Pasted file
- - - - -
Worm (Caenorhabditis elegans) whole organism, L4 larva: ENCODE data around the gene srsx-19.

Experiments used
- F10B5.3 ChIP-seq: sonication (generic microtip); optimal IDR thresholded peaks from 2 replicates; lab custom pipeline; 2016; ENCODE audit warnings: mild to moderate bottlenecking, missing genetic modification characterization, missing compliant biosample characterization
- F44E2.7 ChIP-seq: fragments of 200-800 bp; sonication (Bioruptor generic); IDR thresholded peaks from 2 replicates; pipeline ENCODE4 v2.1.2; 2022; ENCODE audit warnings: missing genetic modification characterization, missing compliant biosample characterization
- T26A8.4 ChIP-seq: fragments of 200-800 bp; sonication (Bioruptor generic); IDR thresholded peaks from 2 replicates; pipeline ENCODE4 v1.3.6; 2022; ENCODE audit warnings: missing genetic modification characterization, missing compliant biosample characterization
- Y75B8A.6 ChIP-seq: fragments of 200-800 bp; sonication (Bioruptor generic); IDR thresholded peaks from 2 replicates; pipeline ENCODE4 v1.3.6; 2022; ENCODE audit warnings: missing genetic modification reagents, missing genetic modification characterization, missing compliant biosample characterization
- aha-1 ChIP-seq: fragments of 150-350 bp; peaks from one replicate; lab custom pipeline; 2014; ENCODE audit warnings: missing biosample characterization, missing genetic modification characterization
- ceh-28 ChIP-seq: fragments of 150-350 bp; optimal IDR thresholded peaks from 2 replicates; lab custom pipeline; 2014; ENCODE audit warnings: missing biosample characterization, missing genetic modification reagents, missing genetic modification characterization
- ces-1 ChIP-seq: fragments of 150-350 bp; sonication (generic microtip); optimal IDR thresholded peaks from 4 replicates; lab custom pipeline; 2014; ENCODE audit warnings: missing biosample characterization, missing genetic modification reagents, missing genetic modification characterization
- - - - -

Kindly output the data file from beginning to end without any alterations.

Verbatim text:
Worm (Caenorhabditis elegans) whole organism, L4 larva: ENCODE data around the gene srsx-19.

Experiments used
- F10B5.3 ChIP-seq: sonication (generic microtip); optimal IDR thresholded peaks from 2 replicates; lab custom pipeline; 2016; ENCODE audit warnings: mild to moderate bottlenecking, missing genetic modification characterization, missing compliant biosample characterization
- F44E2.7 ChIP-seq: fragments of 200-800 bp; sonication (Bioruptor generic); IDR thresholded peaks from 2 replicates; pipeline ENCODE4 v2.1.2; 2022; ENCODE audit warnings: missing genetic modification characterization, missing compliant biosample characterization
- T26A8.4 ChIP-seq: fragments of 200-800 bp; sonication (Bioruptor generic); IDR thresholded peaks from 2 replicates; pipeline ENCODE4 v1.3.6; 2022; ENCODE audit warnings: missing genetic modification characterization, missing compliant biosample characterization
- Y75B8A.6 ChIP-seq: fragments of 200-800 bp; sonication (Bioruptor generic); IDR thresholded peaks from 2 replicates; pipeline ENCODE4 v1.3.6; 2022; ENCODE audit warnings: missing genetic modification reagents, missing genetic modification characterization, missing compliant biosample characterization
- aha-1 ChIP-seq: fragments of 150-350 bp; peaks from one replicate; lab custom pipeline; 2014; ENCODE audit warnings: missing biosample characterization, missing genetic modification characterization
- ceh-28 ChIP-seq: fragments of 150-350 bp; optimal IDR thresholded peaks from 2 replicates; lab custom pipeline; 2014; ENCODE audit warnings: missing biosample characterization, missing genetic modification reagents, missing genetic modification characterization
- ces-1 ChIP-seq: fragments of 150-350 bp; sonication (generic microtip); optimal IDR thresholded peaks from 4 replicates; lab custom pipeline; 2014; ENCODE audit warnings: missing biosample characterization, missing genetic modification reagents, missing genetic modification characterization